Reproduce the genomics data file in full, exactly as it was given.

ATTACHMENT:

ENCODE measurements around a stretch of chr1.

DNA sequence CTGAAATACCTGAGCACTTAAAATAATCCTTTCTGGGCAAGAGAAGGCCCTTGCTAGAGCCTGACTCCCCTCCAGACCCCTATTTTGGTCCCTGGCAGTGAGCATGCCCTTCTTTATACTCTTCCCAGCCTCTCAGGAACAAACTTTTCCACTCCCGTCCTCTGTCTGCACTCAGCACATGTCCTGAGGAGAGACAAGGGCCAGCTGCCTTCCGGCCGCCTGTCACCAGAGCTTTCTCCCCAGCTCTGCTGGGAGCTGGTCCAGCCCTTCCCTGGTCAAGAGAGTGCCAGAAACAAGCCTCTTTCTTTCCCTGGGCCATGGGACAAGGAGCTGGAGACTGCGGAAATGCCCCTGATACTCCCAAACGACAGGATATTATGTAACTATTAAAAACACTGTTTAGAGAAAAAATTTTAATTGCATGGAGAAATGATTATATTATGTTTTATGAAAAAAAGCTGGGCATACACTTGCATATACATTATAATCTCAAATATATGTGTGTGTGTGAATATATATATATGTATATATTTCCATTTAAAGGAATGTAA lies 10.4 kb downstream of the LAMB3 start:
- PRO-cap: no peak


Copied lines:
ENCODE measurements around a stretch of chr1.

DNA sequence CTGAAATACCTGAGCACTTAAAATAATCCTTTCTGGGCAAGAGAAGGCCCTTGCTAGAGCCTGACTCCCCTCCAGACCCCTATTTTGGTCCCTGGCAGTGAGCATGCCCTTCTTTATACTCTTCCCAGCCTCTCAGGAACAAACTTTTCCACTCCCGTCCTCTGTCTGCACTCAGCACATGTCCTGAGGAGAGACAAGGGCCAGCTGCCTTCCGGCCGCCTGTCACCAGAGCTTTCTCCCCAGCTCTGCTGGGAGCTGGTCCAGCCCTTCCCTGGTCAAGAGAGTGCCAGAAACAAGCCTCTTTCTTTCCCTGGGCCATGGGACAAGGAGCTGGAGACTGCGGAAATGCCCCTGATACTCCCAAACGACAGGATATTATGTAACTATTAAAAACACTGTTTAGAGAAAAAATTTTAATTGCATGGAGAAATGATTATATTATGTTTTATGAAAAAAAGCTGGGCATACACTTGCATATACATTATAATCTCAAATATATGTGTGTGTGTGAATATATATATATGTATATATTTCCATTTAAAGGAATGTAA lies 10.4 kb downstream of the LAMB3 start:
- PRO-cap: no peak